Monday, August 20, 2018

Preach this to yourself: I am reconciled to God

We can grasp the significance of reconciliation to God only if we understand how dire our straits were prior to salvation.

The apostle Paul brings into focus the utter hopelessness of our condition in one of the Bible's greatest passages about the pre-eminince of Christ. Near the close of Colossians 1:16-23, Paul writes, "And although you were formerly alienated and hostile in mind, engaged in evil deeds, yet He has now reconciled you in His fleshly body through death, in order to present you before Him holy and blameless and beyond reproach" (Colossians 1:21-22).

Paul reminds the Christians at Colossae they were previously "alienated and hostile in mind, engaged in evil deeds." They were "alienated" from the only God -- estranged from Him. They were "hostile in mind" toward the loving God -- enemies of His. They "engaged in evil deeds" before the holy God -- demonstrating their alienation from and hostility to Him . These traits describe people who have no way of changing their status in any of these areas. Their fate is settled -- unless God acts in a reconciling way.

And He did for these now born-again men and women. Christ "has now reconciled you in His fleshy body through death," Paul writes. That is true for all of us who have flung ourselves on His mercy. The sacrifice of Jesus as a substitute for us has transformed our relationship -- or lack of relationship -- to God from estrangement to harmony, from enmity to peace.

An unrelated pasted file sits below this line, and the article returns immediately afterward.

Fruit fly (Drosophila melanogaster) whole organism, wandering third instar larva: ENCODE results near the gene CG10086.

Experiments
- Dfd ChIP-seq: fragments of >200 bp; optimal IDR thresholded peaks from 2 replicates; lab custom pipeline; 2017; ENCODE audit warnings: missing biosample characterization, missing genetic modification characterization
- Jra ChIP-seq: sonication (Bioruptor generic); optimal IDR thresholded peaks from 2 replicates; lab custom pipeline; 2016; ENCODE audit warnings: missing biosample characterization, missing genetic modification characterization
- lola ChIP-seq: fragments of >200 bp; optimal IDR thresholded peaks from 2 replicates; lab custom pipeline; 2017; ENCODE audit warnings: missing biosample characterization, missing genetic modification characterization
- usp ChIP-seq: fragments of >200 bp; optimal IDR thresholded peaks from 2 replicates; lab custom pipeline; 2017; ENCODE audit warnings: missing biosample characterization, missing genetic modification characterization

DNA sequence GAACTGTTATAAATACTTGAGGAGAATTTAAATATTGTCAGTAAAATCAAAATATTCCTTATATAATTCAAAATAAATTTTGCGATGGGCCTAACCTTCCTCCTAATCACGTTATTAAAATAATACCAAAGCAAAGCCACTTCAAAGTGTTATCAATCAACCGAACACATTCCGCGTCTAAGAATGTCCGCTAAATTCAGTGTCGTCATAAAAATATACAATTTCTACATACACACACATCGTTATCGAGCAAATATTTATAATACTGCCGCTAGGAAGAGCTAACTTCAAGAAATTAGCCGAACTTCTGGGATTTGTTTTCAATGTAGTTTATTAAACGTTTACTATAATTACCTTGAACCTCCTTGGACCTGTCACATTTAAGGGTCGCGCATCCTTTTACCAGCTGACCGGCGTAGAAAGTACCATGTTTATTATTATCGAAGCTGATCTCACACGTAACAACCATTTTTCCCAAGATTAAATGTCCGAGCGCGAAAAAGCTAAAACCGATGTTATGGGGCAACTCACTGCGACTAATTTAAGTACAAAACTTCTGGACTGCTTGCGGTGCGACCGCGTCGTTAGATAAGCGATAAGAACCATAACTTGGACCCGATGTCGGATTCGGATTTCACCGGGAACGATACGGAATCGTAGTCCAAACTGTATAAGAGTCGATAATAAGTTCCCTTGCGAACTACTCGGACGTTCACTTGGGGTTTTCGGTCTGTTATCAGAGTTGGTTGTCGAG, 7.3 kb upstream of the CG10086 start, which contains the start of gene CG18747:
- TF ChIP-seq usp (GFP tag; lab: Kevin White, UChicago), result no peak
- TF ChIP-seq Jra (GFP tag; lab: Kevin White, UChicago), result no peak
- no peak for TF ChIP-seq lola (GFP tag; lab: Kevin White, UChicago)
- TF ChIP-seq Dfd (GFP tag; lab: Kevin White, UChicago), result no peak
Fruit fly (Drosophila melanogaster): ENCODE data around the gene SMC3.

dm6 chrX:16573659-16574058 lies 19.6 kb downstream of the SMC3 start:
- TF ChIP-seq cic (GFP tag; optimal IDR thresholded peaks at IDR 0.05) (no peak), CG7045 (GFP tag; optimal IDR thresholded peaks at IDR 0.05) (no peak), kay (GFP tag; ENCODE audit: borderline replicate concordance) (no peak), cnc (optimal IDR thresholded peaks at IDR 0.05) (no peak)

You and I are no longer strangers to or enemies of God purely because of His grace and the all-sufficient work of Christ. You can say, "God is for me." You can say, "God is a friend to me." You can do so because you also can say, "I am reconciled to God."

-- Photo by Wang Xi on Unsplash


  1. In teaching Colossians this summer, reconciliation was one of the most powerful take-aways from this study. Thank you for reminding me again, Tom.

  2. What a great letter! Thanks for your kind encouragement, Carol.